If we believe that curriculum matters; if we believe that creating an excellent curriculum that knits together every subject and key stage matters; if we believe all pupils marvelling at the best of what has been thought, said, sung, danced and painted matters; and if we believe it is hard to achieve because it takes more time and curriculum expertise than many schools have access to; then I think it follows that we need to do three things.

1. Bust a myth

Let's start with addressing the myth: that, as a profession, we have to choose between teacher and school autonomy and teacher workload and wellbeing. This just isn’t true.

It is perfectly possible for teachers to avoid creating every aspect of a curriculum from scratch, along with all the elements of every lesson - which otherwise often results in crippling teacher workload, whilst rejecting top-down centralisation, with no teacher agency and diminishing expertise.

And if we’re in any doubt about this workload burden, it’s worth remembering that teachers spend a considerable amount of time searching for lesson materials. The majority of primary teachers spend between one to five hours online each week looking for resources, and almost half of them say they plan a lot of lessons from scratch.

We’ve just conducted more new research on this. We asked teachers, via Teacher Tapp, what it was particularly difficult to find online. Over half said they struggled with free or affordable resources.

Over a third said it was high-quality, evidence-based resources that were a challenge. Their next greatest challenge was resources sequenced into a full scheme of work.

Teachers working in the most deprived areas, or those newest to the profession, found searching for these resources harder still(3).

Teachers will always need to adapt, to contextualise, to tailor to their pupils. But they need not always spend so much precious time if they don’t want or need to.

We should trust and support teachers to make informed decisions, so they know when drawing on shared resources might be helpful, and when, and what, they need to design themselves.

It is particularly frustrating when it’s presented as a zero-sum game: that what teachers might gain by accessing shared expertise, they’ll lose in autonomy.

This isn’t how teachers see it themselves. The data shows day-to-day teachers are happy to draw on a wide range of tools and resources from others. 92% of them use more than one major online resource provider(4).

And as I’ll explain, seeing others’ work and seeing models can inspire and increase expertise.

This polarisation - complete autonomy vs total centralisation - is unhelpful. It risks stymying sector-wide attempts to find and share the best curriculum expertise in the system.

2. Create a new national collaboration to share models

The second thing we need to do is to establish a new national collaboration to create more curriculum models.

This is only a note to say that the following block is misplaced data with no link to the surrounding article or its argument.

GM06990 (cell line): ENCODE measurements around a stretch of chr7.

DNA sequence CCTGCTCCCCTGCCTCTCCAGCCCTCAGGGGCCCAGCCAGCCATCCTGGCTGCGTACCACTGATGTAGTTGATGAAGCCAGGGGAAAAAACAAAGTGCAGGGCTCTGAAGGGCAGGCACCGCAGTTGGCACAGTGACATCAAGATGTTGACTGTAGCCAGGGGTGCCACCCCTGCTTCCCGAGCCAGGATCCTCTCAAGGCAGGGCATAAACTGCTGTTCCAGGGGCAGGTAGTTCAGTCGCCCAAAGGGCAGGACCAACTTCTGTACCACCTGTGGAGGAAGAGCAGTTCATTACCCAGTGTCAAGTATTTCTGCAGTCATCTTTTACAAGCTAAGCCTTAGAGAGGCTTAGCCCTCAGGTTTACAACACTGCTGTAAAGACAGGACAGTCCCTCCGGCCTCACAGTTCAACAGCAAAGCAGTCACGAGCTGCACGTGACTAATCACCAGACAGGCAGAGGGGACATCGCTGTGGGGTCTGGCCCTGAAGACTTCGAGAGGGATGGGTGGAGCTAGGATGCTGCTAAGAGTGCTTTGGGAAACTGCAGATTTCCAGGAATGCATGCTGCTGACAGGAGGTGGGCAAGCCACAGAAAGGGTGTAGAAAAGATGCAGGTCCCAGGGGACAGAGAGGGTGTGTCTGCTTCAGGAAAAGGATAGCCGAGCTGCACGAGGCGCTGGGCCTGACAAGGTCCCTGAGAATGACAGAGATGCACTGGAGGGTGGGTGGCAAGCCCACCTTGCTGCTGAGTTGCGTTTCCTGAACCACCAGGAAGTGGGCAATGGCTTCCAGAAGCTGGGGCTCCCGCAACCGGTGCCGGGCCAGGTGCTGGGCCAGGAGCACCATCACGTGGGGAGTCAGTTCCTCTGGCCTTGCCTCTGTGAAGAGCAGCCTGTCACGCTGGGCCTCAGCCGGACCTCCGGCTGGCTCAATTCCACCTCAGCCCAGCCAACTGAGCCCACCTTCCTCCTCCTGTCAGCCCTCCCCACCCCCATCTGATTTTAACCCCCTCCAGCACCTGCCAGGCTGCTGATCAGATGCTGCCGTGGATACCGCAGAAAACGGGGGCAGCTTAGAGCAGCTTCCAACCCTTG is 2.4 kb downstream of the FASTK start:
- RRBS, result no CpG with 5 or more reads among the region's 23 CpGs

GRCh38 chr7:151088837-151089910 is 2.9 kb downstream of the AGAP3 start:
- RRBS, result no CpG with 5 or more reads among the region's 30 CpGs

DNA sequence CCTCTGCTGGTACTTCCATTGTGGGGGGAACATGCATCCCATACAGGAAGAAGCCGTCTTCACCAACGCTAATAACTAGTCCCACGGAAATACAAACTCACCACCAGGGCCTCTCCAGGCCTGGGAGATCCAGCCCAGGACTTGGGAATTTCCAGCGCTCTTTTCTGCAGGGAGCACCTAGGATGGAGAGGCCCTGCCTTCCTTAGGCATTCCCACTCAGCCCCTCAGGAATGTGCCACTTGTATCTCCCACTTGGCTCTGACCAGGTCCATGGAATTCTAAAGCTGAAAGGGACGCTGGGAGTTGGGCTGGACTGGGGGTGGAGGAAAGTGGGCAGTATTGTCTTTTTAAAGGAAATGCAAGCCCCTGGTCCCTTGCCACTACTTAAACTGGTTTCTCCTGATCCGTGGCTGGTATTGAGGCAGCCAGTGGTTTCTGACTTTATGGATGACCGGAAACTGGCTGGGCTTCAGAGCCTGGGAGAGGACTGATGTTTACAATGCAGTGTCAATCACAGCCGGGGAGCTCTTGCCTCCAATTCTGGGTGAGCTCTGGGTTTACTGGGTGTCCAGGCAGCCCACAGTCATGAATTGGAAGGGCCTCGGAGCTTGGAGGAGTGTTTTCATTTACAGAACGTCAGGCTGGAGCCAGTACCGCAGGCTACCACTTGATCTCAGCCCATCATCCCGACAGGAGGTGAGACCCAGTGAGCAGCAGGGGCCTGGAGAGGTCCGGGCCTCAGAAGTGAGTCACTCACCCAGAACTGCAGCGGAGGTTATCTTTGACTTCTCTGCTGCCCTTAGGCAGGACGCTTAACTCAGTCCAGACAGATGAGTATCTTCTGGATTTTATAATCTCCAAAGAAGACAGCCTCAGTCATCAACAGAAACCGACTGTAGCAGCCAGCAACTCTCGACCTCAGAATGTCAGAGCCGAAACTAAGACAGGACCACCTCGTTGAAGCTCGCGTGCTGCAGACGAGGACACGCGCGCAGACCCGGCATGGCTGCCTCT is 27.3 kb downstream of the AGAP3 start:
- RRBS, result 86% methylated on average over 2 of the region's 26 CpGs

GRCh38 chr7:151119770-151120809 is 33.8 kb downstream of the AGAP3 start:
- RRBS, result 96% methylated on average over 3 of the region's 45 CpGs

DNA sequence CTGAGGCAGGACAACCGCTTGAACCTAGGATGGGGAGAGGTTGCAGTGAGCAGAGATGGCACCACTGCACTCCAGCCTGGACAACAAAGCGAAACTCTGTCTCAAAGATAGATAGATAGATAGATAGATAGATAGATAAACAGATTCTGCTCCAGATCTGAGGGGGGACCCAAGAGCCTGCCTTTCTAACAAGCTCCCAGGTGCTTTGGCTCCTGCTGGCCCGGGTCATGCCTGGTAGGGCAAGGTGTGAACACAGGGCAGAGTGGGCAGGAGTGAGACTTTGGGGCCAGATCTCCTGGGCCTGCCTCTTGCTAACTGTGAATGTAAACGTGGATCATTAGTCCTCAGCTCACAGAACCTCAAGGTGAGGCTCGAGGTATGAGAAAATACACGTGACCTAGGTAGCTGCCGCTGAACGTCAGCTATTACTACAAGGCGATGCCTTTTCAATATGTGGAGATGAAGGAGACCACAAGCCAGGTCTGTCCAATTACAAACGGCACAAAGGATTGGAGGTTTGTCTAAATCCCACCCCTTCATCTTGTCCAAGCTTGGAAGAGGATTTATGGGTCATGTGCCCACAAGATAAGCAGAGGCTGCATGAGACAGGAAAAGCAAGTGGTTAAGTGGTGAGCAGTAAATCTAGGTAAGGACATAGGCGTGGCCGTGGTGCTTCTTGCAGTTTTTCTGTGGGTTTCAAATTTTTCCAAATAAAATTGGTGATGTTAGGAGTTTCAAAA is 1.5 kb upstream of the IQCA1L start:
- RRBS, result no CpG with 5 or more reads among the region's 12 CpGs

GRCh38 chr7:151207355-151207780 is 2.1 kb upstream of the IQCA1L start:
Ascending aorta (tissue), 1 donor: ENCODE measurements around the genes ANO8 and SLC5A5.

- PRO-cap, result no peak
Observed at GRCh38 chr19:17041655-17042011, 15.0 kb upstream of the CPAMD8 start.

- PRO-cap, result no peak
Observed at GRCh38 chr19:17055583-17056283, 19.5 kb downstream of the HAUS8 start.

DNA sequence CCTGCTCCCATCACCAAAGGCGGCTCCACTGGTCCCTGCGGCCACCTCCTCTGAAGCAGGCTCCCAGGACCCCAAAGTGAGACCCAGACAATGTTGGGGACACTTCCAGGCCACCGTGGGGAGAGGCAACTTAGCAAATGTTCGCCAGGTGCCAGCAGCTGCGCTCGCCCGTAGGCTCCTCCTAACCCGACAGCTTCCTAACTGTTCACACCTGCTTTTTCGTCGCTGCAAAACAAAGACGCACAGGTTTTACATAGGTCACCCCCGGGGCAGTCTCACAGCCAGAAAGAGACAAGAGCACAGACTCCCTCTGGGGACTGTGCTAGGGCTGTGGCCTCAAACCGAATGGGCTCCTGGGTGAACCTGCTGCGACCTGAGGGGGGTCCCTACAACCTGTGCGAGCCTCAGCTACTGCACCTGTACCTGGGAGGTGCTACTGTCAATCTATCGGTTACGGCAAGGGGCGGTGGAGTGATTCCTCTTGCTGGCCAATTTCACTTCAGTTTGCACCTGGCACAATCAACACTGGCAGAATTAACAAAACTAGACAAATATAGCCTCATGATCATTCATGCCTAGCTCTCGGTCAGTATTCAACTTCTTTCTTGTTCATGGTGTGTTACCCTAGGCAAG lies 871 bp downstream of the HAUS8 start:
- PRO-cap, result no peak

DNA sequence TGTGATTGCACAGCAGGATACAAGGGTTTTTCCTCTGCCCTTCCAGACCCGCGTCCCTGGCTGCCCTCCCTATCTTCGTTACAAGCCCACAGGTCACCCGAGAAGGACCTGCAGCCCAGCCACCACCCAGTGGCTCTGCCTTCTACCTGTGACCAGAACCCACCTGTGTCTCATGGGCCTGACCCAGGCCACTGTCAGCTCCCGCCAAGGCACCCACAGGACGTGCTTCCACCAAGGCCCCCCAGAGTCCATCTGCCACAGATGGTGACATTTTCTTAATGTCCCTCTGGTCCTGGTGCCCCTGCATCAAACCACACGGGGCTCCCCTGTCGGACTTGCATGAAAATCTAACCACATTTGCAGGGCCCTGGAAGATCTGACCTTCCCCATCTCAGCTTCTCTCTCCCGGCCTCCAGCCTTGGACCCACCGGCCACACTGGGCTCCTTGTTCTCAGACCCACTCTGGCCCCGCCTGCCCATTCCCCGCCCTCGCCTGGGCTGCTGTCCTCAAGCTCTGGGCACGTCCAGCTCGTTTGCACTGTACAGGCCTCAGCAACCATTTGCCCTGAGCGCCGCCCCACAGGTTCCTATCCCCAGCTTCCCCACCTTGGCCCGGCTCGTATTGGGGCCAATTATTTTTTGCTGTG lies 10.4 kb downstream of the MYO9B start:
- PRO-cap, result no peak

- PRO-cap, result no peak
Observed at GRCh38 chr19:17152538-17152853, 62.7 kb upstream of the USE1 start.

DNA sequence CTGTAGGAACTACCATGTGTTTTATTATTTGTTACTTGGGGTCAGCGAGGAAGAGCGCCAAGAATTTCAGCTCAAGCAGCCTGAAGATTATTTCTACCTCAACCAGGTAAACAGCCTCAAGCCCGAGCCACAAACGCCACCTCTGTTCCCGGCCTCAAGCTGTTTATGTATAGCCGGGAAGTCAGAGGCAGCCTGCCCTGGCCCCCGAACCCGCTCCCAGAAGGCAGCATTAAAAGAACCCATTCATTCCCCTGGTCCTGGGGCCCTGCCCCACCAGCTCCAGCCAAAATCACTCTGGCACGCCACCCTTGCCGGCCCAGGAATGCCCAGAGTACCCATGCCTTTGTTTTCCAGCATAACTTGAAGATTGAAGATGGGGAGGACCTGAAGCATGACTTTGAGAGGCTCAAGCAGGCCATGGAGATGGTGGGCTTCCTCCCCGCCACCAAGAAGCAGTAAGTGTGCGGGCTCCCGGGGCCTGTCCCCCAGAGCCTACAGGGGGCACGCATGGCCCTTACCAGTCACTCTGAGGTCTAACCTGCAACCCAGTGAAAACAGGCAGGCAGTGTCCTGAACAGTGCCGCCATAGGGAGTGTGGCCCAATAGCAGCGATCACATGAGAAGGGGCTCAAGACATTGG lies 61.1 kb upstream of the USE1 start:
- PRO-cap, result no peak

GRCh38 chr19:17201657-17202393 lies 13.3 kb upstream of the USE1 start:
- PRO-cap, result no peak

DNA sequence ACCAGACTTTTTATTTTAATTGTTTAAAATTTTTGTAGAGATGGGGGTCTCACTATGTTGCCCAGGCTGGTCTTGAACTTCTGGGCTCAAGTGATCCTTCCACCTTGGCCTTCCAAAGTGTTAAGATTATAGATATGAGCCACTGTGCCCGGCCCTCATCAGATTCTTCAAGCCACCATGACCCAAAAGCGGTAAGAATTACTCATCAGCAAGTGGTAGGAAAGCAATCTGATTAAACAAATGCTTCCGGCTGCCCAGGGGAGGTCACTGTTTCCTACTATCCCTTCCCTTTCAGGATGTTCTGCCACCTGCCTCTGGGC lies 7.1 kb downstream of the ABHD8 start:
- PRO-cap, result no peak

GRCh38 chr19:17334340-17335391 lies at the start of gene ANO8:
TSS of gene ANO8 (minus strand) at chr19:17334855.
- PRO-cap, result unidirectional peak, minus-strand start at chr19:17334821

At Oak, asking teachers what they want and need from us is the start of everything that we do.

That list I presented earlier - the 10,000 lessons, zero-rating, British Sign Language, Ukrainian translation – alongside all of the ‘day-to-day things’, like resizing our downloadable quizzes to keep photocopying costs down – all came about because we asked teachers what they wanted and needed and then built from there.

The curriculum question is no different, and so we’ve asked again. New research we commissioned, again via TeacherTapp, tells us that teachers want two things to support them with their curriculum work: almost two-thirds said they wanted to see good examples, and just under half wanted to collaborate with experts from outside of their school(5).

It’s not just teachers telling us that this is what they need that gives us confidence that we’re on solid ground. The literature and our experience points us there too.

We know that seeing good examples, or models, is a good bet. We know that they aid learning for both pupils and adults, and we know that teachers often find it hard to find them.

In the evaluation of Oak carried out by ImpactEd last year 56% of our teachers told us that we’d helped them improve their curriculum thinking and the conversations they have about curriculum in their school.

And as we know, it’s not just that collaboration is a good bet. It’s essential because our experts are distributed far and wide across the system.

3. Put some clear guardrails in place

The third and final thing that we need to do is to establish a number of guard rails that prevent any unhelpful mutations of this work - either now or in the future.

That’s why it will be written into our founding documents that Oak National Academy will always be:

  • independent of government - so that Oak’s roots as by teachers, for teachers, are protected, and our work isn’t buffeted by the political winds of the day;
  • optional - because it’s up to schools to always decide what their curriculum will look like;
  • adaptable - because no model can suit every teacher in every context;
  • free - because access to this work shouldn’t be based on who can afford to pay.